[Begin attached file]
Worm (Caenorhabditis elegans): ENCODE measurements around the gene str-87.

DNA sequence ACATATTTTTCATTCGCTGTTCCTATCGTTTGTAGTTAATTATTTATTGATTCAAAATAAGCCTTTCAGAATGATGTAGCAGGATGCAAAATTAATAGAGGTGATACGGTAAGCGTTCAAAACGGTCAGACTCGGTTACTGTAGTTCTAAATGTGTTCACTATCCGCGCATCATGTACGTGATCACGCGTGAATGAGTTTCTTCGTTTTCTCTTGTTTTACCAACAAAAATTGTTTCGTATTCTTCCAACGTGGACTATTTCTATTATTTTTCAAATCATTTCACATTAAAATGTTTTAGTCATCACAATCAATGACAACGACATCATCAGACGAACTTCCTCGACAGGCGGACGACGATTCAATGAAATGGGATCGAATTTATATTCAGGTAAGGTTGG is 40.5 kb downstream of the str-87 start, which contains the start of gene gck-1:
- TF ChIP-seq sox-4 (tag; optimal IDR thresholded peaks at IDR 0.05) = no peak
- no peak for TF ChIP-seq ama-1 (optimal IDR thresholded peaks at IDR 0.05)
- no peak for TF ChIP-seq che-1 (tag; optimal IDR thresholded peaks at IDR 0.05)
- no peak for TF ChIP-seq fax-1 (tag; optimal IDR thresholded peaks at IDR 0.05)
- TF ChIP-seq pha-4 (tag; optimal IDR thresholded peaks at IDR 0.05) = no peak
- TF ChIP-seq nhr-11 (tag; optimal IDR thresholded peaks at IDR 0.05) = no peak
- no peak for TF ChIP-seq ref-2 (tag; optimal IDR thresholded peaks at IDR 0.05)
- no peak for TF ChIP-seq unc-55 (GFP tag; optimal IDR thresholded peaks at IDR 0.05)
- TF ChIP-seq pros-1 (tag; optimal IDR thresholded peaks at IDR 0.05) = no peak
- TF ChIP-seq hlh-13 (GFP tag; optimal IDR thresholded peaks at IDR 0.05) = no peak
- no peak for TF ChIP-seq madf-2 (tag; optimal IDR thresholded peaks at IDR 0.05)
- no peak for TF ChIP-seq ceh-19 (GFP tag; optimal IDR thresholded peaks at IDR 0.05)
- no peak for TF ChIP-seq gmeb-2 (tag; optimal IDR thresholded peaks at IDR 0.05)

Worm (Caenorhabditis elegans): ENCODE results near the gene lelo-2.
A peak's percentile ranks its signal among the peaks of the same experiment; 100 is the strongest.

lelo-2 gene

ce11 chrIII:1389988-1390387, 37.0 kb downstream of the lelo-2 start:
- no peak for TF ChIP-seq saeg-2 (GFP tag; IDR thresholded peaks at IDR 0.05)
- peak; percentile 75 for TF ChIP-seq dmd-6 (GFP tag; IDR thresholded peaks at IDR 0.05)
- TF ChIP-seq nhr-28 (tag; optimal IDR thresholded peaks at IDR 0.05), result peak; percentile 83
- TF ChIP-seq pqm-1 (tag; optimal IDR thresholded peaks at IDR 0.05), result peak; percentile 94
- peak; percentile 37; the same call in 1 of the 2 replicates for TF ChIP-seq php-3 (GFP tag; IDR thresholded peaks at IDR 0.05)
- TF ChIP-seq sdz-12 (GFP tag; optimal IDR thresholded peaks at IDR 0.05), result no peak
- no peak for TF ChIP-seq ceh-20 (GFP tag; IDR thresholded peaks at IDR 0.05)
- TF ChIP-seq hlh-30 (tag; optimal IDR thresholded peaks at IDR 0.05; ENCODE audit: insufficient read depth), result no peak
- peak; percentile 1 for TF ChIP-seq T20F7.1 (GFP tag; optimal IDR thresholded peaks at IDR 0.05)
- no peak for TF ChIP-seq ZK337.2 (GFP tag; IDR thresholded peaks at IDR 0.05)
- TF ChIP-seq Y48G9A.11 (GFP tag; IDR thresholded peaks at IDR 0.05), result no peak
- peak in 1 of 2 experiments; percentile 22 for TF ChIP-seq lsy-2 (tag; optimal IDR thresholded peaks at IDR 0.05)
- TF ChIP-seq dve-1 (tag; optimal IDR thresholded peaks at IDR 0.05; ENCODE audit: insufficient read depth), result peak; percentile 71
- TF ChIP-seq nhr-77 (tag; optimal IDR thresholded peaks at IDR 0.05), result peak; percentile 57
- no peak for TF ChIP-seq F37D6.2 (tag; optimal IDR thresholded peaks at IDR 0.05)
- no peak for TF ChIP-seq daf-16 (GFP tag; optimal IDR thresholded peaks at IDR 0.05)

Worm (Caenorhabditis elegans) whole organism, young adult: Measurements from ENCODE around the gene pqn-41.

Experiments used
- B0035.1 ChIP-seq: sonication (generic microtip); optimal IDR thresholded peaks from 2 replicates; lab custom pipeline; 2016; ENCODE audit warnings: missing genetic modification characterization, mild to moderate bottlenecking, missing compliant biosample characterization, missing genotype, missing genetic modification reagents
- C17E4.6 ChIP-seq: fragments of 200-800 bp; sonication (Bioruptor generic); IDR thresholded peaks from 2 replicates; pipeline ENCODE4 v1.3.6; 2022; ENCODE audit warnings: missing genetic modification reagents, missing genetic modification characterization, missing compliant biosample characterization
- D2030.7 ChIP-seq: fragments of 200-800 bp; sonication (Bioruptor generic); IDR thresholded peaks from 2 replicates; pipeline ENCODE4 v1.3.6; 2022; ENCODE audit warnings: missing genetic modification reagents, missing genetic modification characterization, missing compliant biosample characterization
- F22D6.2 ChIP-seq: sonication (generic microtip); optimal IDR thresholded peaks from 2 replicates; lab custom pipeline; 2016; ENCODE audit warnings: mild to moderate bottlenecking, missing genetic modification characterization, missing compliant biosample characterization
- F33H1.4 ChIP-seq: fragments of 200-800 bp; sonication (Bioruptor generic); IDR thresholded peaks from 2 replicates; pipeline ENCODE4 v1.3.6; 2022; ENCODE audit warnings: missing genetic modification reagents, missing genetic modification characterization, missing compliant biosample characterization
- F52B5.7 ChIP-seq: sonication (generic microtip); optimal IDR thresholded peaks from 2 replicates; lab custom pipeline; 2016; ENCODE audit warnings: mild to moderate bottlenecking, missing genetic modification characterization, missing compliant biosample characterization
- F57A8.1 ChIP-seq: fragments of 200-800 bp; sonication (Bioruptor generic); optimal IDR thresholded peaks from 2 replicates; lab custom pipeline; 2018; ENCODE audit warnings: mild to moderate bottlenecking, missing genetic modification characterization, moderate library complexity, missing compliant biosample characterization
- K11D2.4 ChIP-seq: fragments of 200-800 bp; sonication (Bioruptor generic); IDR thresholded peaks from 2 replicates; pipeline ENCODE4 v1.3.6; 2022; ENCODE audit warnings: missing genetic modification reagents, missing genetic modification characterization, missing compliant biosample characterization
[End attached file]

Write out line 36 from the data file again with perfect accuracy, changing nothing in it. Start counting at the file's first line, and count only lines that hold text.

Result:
Worm (Caenorhabditis elegans) whole organism, young adult: Measurements from ENCODE around the gene pqn-41.